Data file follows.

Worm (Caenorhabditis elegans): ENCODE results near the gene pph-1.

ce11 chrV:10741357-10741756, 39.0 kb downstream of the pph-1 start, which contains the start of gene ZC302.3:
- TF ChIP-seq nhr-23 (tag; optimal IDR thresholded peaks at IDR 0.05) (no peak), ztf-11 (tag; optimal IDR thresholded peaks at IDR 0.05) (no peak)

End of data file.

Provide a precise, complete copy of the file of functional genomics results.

Worm (Caenorhabditis elegans): ENCODE results near the gene pph-1.

ce11 chrV:10741357-10741756, 39.0 kb downstream of the pph-1 start, which contains the start of gene ZC302.3:
- TF ChIP-seq nhr-23 (tag; optimal IDR thresholded peaks at IDR 0.05) (no peak), ztf-11 (tag; optimal IDR thresholded peaks at IDR 0.05) (no peak)